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George Ashdown Audsley
Dover Publication, 1965
(a reprint of the original, published in hardback by Dodd, Mead & co, 1905)
Volume I: ISBN 0 486 21314 5, 600 pages, paperback, US $17.95
Volume II: ISBN 0 486 21315 3, 758 pages, paperback, US $17.95
Audsley's magnum opus runs to 1358 pages and two volumes, and deserves a place in any library, especially at the reasonable price the Dover reprint is currently available at. Published in 1905, it is inevitably of its time, although Audsley does not indulge the worst excesses of that period. Many of his personal ideas on organ tonal design described in this book never found wide acceptance, such as his progressive mixtures. However, the book is a superb snapshot of organ-building at that time, helped by the technical drawings of Audsley, who was an architect by trade, and many attractive case drawings by A. G. Hill.
Volume I is concerned with the design, position and case of the organ, and spends considerable time describing what is necessary for an organ in a concert hall or the music room of a large house. Some of Audsley's acoustic theory is of the hand-waving variety and has been superseded by later research. The volume is completed by a stop dictionary and an interesting comparison between the tonal resources of the pipe organ and and orchestra. By no means is Audsley solely concerned with the organ as a quasi-orchestra, but this was written in the heyday of orchestral transcriptions and imitative stops.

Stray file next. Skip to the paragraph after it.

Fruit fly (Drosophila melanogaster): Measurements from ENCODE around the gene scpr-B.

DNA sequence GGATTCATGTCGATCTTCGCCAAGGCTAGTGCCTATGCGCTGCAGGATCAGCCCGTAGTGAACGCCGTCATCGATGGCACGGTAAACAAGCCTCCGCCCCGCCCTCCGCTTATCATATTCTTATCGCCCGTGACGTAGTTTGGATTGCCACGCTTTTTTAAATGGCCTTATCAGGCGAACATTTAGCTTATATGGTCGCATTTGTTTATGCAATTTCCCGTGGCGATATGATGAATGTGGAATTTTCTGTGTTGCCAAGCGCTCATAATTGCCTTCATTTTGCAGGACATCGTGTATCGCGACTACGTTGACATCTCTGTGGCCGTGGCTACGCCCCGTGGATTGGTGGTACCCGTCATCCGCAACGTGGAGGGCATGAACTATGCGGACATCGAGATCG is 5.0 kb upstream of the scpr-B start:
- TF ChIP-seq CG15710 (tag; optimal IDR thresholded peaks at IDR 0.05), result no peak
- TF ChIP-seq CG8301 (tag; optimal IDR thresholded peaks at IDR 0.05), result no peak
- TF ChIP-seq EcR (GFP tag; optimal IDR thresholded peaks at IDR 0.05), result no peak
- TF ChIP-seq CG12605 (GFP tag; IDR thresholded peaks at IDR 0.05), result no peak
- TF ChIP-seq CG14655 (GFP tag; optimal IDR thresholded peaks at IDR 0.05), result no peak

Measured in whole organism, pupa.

Volume II examines each part of the organ in turn: the controls, the mechanisms and the pipes themselves. The whole is lavishly illustrated and no other study of the organ has gone into such depth. The faults of Audsley lie in his presentation of everything, including his opinions, as fact, and even some of his factual data and diagrams give false impressions. Coupled with the vast changes in both fashion and technology in the last century, Audsley's volumes are not quite the authoritative guide claimed on the cover. Readers would be ill-advised to base their knowledge entirely upon these books, but for depth of coverage and the enjoyment of reading an elegantly prepared classic, they cannot be beaten.
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